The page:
Chihuahuas sometimes experience heart problems and develop loose kneecaps.
Both the Chihuahua and the pug tend to develop issues with their eyes, meaning Chugs are definitely at risk for this, too.
The best way to ensure your dog doesn’t fall victim to these common ailments is to use a reputable breeder who uses genetic testing to avoid major issues with their pups.
Finally, both the pug and the Chihuahua are known for over-eating and are susceptible to weight gain. While they don’t usually require special diets, talk with your veterinarian about how much food your dog should eat and limit them to that amount, while also being careful not to hand out too many treats—no matter how much they beg.
History of the Chug
Chihuahuas and pugs have been mixing for many years, but along with other designer breeds, Chugs have gained in popularity over the last 20 or 30 years.
To really know more about where the Chug came from, though, we have to look at the origins of both parent breeds to see where this dog truly comes from.
The Chihuahua originates from Mexico, when its ancestors, who were larger, were popular companions to the Toltecs about 1,000 years ago. The Aztecs have been credited with making the Chihuahua smaller sometime around the 12th century.
Americans became interested in the breed in the mid-1800s when they discovered it in the state of Chihuahua (hence the name they bear today). Chihuahuas were first registered by the American Kennel Club in 1908. Roles in movies, TV shows, and even commercials have helped to elevate the Chihuahua to the popular status it enjoys today.
As old as the Chihuahua breed of dog is, pugs are even older.
They can be traced back to around 2,000 years ago in ancient China. Chinese emperors liked small, flat-faced dogs, so the pug (among other breeds) was developed as a pet for the emperors and their families. They enjoyed royal status and could not be obtained by commoners.
In the 1500s, Dutch traders brought pugs to Europe. They became a superstar breed in Britain—and later, in the rest of the world.
Getting a Chug
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Bringing a new dog into your home is not a decision to be made lightly. Not only do you need to decide whether a dog fits with your lifestyle, family, and home, but you also need to take some time to figure out what breed of dog is best suited to you.
If you’ve decided on a Chug, you’re in for lots of unconditional love and endless shenanigans. But deciding on a dog is only the first hurdle you’ll encounter. Now it’s time to track down your Chug.
The two most popular choices for finding Chugs are through breeders and rescue organizations. Both options have negatives and positives, so it depends entirely on what type of adoption experience you’re looking for and what’s available in your area.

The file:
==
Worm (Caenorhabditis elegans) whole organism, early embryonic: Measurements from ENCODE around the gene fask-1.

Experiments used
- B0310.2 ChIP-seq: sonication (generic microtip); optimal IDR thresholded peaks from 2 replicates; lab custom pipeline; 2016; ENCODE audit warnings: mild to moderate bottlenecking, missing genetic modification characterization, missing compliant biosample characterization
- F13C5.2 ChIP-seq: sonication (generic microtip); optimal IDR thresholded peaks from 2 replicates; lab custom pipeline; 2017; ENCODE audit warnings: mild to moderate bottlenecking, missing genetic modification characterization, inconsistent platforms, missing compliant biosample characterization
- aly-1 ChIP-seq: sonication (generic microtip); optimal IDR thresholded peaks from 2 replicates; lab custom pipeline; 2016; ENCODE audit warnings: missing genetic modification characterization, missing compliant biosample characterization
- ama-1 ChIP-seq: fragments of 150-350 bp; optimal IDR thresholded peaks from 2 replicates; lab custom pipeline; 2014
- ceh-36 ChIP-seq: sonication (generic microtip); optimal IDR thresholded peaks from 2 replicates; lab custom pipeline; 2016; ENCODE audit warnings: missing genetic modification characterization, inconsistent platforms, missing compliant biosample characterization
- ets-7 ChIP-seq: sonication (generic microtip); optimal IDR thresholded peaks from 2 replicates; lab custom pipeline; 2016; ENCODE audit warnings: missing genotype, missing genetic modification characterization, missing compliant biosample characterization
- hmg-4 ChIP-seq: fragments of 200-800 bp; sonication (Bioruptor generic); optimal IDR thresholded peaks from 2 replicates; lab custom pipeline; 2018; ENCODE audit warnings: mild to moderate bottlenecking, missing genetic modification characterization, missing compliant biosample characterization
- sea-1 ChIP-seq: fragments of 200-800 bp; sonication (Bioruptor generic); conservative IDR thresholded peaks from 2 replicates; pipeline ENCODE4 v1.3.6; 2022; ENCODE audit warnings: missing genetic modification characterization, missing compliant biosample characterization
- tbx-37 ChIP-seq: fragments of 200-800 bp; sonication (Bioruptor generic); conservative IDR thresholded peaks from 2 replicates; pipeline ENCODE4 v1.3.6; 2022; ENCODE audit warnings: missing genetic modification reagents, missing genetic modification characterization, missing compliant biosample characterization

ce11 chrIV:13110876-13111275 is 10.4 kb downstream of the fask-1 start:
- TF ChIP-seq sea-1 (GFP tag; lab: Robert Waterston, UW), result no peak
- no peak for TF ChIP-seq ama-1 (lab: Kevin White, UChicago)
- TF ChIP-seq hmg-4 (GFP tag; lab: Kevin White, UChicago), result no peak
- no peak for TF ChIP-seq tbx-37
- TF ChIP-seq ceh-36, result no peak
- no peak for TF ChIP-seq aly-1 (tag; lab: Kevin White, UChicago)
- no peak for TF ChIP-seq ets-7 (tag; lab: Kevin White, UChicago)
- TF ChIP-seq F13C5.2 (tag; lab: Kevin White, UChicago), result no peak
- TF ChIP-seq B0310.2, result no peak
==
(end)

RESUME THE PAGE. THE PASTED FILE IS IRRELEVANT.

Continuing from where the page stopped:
Since Chugs are a new breed, there may not be a lot of options for finding one through a rescue organization, but it is possible. Internet searching will turn up options for rescued Chugs, but you may have to travel to find one. If the organization isn’t local, do your research and ask questions to make sure they’re reputable.
There may be drawbacks to adopting a Chug dog through a rescue organization. It’s likely the dog you find will not be a young puppy, and you may not learn much about its past. However, its age may also be a plus—there’s a good chance an adult Chug will be house-trained, and it will likely have been socialized through the rescue. It will also have been spayed or neutered and will have received all of its required immunizations.
All of this reduces the cost of ownership for you—as does the adoption fee, which is usually much cheaper than the price of purchasing a Chug from a breeder.
It’s often more difficult to find reputable Chug breeder since they are not a breed registered by the AKC, and therefore won’t be listed among their approved breeders. Before you commit to a Chug breeder, ask around—your vet or other local breeders may be a good resource. When you visit, be sure to ask about any health issues in the dog’s bloodline, and discuss any genetic tests you might want to run.
More on Chugs
Want to know more about Chugs? Rover has you covered with info about their parent breeds, from top names to the best beds, leashes, and gifts for both.
- Chihuahua Breed Profile: An Essential Guide to the Tiny Wonder Dog
- Pug Puppies: Everything You Need to Know
- Cheagle, Chiweenie, Chug: 18 Cute Chihuahua Mixes You’ve Gotta See
- 8 Things Only True Pug People Understand
- Top 5 Toys for Chihuahuas
- 19 Pug Gifts for Pug Lovers
For more information on what it’s like to buy and care for a dog, here are a few resources to get you started.
- The True Cost of Getting a Dog
- How to Adopt a Dog: Your Complete Guide
- The Best Dog Names for Every Type of Dog
- The Best Dog Toys and Chews
Feature image: Flickr